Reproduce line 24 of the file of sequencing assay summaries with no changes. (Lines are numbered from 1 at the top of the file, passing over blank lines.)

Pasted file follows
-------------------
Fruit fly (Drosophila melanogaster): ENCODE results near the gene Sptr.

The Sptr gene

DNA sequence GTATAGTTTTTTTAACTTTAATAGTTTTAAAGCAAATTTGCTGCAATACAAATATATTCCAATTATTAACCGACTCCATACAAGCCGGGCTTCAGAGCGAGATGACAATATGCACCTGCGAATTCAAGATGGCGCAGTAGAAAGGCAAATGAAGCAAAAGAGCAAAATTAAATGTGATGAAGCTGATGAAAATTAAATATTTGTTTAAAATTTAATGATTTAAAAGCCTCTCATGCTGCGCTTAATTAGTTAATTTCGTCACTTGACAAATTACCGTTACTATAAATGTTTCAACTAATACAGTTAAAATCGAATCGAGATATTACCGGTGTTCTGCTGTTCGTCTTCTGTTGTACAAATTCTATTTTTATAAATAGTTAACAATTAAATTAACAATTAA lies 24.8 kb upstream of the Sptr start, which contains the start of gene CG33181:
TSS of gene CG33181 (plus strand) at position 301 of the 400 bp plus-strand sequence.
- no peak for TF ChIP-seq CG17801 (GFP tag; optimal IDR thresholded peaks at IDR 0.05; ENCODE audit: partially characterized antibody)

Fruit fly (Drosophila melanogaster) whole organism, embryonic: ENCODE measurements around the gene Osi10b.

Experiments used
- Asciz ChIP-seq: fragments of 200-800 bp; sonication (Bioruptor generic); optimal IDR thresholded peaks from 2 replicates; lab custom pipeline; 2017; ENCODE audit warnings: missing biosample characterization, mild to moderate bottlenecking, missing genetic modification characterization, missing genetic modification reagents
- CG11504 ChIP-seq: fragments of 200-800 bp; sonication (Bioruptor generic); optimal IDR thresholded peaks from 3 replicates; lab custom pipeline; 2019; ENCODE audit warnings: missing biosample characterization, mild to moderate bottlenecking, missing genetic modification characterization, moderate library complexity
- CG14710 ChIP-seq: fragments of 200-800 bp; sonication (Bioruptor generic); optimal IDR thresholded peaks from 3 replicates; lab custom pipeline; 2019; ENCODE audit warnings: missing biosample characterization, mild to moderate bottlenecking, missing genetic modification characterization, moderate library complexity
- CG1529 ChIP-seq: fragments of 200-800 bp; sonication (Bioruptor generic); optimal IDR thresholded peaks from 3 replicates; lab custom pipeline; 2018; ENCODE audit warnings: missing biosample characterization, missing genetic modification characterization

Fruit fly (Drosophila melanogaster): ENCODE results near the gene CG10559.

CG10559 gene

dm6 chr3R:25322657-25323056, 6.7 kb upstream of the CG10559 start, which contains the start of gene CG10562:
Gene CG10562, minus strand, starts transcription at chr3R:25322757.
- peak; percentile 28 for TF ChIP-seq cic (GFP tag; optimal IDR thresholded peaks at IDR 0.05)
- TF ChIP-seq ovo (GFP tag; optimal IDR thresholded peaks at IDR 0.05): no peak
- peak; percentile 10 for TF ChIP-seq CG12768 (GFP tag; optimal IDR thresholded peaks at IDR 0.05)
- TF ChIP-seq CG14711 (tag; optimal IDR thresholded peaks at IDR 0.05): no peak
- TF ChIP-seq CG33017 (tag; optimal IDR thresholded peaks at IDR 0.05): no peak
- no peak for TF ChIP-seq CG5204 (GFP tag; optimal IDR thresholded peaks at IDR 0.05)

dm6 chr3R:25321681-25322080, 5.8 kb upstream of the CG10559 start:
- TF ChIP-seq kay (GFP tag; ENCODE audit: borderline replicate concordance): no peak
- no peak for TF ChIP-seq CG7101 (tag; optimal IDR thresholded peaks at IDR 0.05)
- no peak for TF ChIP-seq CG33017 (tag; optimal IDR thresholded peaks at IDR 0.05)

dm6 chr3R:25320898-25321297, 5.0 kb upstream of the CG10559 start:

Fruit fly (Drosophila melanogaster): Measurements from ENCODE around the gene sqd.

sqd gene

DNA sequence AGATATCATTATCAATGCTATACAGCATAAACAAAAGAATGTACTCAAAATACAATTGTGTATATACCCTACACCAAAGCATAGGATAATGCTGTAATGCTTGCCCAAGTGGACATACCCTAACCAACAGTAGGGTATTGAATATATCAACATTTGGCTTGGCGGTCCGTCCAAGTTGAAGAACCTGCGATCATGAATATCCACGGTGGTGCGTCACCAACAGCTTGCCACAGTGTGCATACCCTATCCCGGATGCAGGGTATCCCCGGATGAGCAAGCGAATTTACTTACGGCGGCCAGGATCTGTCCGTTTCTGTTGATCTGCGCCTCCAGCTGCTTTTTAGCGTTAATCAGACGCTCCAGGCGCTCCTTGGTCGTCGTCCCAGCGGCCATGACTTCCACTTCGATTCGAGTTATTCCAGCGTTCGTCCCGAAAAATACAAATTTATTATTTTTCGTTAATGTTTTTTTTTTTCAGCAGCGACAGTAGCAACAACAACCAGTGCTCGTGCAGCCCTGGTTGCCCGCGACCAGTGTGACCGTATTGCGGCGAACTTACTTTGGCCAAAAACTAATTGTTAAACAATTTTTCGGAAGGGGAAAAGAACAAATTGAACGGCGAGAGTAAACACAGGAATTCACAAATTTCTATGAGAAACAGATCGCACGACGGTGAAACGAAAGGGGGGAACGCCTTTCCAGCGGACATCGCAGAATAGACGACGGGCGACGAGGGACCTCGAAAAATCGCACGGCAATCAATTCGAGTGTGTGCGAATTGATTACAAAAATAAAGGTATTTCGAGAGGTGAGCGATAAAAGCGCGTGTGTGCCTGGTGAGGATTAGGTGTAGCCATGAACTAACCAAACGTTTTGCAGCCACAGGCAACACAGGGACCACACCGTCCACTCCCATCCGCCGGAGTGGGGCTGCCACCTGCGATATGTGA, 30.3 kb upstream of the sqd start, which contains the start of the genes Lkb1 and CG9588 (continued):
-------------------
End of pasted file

- no peak for TF ChIP-seq CG7101 (tag; optimal IDR thresholded peaks at IDR 0.05)